About the Author

Pascale Quiviger

Pascale Quiviger was born in Montreal. She holds both a Master’s degree in Philosophy and a degree in Fine Arts. She lives in Italy, where she paints, writes and teaches visual arts. She has exhibited in both Canada and Italy, and has published a collection of short stories, Ni sol ni ciel (2001). Her novel Le cercle parfait won the 2004 Governor General’s Literary Award for Fiction in the French Language; the English edition, A Perfect Circle, translated by Sheila Fischman, was a finalist for the 2006 Scotiabank Giller Prize.

Books by this Author
If You Hear Me
Excerpt

The First Hour

Hard to believe, but I’m alive.

In fact I’ve never been so present.

So clear.

I see everything.

Roger cursing and pacing back and forth, scolding the men one by one.

Body in the middle of the street, on the pavement, helmet lying near the head, a tool in between—the level, cracked. Liquid seeping out from it.

Martin running over, pushing aside Max and Vidal. He kneels on the glove, places his ear close to the lips, detects nothing. Looks for the pulse on the neck—no pulse. Opens the shirt, buttons flying in every direction. The red stain, on the chest, alarms him. Several ribs are soft, possibly broken. He hesitates. Makes a decision. He lifts the chin, feels the inside of the mouth, blows air into it twice, stands back, changes position, dares to press down, hands interlocked, elbows straight. By the book. His assurance is surprising, such a shy man.

He persists. Patiently, rhythmically.

In spite of everything, the lips, the blue nails, the white cheeks.

Roger paces up and down anxiously watching the far end of the street, the ambulance, the ambulance, the ambulance?

Finally.

Finally, Roger yells, raising his arms skyward.

Martin steps aside

mops his forehead

goes to sit down alone, in the shade, in a corner

the paramedics unpack their equipment

lift the eyelids

one blue eye, the other black, a bad sign

insert a tube in the trachea

open a vein in the arm

what are they injecting?

adrenalin

then

there’s nothing.

Nowhere.

Green room

too brightly lit.

Men, women, with gloves, masks

metal

stained sheets

murmurs.

Swollen face, shaved skull

neck in a harness

one arm in a splint.

Serum dripping drop by drop.

Each drop reflecting the neon lights, snail tracks.

Green garments, their folds like mountains, valleys

the weft and warp of the cotton, worn thin.

The body is young, robust, muscular, broken

familiar, but neutral

intimate, distant.

Nothing of this belongs to me.

Not the limbs, not the face, not the threads, not the seams.

Not the air in the tube,

not the lungs.

Just barely a point of transit.

I’m up here, at the ceiling, floating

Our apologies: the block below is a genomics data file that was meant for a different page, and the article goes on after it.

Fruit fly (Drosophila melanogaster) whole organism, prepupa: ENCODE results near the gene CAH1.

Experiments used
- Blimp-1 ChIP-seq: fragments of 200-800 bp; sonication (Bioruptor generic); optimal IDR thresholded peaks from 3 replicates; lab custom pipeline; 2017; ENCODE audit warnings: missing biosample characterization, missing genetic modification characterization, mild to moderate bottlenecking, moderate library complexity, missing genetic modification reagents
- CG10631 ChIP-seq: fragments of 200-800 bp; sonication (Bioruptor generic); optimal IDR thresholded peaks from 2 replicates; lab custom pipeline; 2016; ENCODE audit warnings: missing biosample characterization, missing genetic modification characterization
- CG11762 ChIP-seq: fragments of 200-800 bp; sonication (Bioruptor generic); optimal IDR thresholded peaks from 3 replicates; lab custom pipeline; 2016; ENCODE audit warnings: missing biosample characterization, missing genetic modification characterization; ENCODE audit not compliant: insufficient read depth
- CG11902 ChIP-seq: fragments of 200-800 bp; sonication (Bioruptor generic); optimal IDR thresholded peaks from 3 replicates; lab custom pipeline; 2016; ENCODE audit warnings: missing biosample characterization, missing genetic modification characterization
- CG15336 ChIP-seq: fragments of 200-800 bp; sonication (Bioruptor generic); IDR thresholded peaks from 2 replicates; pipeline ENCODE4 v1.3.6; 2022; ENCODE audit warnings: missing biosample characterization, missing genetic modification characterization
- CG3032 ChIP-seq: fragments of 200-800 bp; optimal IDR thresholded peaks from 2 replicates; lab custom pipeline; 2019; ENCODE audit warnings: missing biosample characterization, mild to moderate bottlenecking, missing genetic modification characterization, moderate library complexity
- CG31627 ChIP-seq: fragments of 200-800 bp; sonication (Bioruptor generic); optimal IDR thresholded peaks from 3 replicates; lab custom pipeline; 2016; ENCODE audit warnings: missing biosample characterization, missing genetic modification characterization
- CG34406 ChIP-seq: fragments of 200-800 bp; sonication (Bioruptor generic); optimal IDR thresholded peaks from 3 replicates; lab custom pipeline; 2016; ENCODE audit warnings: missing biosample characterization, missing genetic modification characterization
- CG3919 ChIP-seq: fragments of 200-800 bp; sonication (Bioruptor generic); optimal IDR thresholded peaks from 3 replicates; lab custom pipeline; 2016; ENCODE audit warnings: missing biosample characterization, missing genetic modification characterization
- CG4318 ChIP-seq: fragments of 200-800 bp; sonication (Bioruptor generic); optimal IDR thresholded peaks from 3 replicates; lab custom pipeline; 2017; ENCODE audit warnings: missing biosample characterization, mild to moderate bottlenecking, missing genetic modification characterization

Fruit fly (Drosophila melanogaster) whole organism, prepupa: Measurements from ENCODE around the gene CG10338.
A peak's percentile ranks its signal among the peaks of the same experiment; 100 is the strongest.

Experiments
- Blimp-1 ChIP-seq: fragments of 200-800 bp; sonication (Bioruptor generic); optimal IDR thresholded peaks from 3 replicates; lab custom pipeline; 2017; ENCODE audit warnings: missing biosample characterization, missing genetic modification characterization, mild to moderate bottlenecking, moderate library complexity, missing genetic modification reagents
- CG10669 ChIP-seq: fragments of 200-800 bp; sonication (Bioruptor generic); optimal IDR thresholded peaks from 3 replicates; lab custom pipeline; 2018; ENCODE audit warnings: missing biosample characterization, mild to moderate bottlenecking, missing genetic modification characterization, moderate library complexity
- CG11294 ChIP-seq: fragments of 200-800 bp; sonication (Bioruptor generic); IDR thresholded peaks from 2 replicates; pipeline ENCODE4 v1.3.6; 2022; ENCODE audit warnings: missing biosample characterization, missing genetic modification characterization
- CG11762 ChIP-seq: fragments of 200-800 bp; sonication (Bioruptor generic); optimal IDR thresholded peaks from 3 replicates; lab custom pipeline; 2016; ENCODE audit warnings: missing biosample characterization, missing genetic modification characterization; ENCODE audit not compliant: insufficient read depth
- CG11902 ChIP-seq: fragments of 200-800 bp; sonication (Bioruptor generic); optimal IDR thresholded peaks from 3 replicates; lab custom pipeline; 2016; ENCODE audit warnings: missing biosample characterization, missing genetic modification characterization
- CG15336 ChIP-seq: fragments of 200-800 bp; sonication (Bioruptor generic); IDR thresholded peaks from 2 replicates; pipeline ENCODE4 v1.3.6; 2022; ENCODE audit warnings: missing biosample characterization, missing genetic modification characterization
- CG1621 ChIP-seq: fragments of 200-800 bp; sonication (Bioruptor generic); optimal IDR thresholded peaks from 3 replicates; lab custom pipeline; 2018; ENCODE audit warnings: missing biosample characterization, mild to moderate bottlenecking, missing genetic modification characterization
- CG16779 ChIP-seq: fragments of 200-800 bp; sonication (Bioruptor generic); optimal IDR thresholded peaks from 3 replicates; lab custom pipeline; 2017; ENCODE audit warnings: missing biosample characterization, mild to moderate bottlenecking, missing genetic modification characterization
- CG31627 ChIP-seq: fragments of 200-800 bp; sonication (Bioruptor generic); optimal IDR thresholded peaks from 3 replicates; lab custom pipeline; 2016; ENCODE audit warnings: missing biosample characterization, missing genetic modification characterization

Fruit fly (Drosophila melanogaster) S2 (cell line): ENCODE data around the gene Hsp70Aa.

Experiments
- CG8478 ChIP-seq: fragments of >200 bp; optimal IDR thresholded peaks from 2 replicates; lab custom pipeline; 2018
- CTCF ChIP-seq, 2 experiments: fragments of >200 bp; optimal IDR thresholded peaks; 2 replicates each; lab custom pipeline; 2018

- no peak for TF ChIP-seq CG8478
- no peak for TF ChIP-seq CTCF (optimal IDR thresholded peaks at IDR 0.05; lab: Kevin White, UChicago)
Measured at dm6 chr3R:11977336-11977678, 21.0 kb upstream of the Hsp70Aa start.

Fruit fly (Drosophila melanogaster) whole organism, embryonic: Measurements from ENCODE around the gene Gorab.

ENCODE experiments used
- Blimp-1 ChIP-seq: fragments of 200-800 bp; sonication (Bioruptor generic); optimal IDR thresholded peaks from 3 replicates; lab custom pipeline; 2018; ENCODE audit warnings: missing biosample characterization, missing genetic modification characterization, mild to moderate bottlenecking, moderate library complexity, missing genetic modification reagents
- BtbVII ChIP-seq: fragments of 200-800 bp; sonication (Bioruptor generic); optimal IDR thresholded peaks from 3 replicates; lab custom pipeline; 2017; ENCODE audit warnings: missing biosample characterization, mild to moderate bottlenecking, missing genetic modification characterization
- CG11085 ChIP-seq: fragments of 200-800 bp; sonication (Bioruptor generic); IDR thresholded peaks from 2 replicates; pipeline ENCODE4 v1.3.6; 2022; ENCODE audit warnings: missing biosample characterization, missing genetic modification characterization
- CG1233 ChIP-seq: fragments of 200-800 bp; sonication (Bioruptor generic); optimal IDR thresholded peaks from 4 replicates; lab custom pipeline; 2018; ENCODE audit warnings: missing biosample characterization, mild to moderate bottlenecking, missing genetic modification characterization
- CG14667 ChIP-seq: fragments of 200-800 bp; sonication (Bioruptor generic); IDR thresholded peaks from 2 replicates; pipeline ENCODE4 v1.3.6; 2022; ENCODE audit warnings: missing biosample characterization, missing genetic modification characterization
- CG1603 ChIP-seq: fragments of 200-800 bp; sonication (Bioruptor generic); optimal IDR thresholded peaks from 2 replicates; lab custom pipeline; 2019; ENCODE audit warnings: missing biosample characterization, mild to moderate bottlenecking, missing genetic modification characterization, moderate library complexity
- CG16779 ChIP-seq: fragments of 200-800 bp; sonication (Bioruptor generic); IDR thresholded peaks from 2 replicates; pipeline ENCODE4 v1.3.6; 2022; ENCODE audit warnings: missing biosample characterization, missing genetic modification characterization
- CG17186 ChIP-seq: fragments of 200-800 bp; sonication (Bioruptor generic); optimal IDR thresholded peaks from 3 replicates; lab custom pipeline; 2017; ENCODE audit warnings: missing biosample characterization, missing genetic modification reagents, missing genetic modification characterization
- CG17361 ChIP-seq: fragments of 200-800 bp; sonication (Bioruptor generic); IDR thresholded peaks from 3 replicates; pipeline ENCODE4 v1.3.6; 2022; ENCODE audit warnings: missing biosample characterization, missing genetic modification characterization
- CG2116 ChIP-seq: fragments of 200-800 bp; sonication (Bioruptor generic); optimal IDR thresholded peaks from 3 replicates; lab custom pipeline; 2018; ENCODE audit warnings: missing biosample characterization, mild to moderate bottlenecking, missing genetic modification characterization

suspended

between leaving and returning

held

within hazy boundaries

within a slack envelope

within a habit.

Early this morning I woke up, showered, shaved, ate three toasts with peanut butter.

The sun was shining, for once, and I remembered to put a brownie in my lunch box.

In top shape, just one filling, no eyeglasses.

It’s 11:43. That’s what it says there, on the clock.

These bones aren’t mine anymore, nor these tendons, these ligaments. This isn’t my skin anymore.

Just barely a possible location.

An alarm sounds.

It’s my turn to go fetch Bertrand at school this afternoon. I said we’d go play in the park.

Caroline always wears an ankle bracelet that tinkles like a little bell. Her cream has a scent of musk rose. She likes dark chocolate, she talks in her sleep.

The body, down there, is the only way I have of staying with them

two hundred and six bones six litres of blood seventy kilos

this intubated body is the only life I know.

The alarm never stops. The lines crawl, almost flat, across the black screens. He already looks like a corpse. The waxy skin. The immobility. The resemblance is perfect.

Yet seen from up here, it stays ready for use by a living man. You can tell from up here, it’s plain to see.

Plain to see, a possible life, and then nothing—black black.

It draws me upward, it buzzes, it goes fast, it goes without saying. I’m not afraid. It’s natural, after all, to die, why does it always bother us so much? It’s gentle.

The tunnel, yes, but no words to describe it.

I’m drawn by presences. I let myself glide. It’s good. It’s like giving in to a first love, on a perfect day of vacations, health, a wide-open future. I’m gliding at speed

slowly, though, s-l-o-w-l-y

until it strikes: the light

strong white unbearable

I explode without a sound.

I spread out, to the greatest length, to the greatest breadth, in all directions

my thoughts pure crystal

my heart swathed in cotton

I’ve just come back home after a long, harrowing journey

I evaporate like a puddle in August and it’s good

it’s so good

and true, so very true.

Threads that bind me to the living unravel

change into coloured beads

move off into unfathomable space

driven by what?

reconciliation.

For a long time: the void

In the void I hear:

You can still choose.

It snaps.

Whips. Guillotines.

I shrink.

Dark, once again, sticky.

Screwed, nailed, heavy,

little lights come on, thunder rumbles,

I don’t feel pain.

I feel the point of contact between my skull and the table, a point where

for a fraction of a second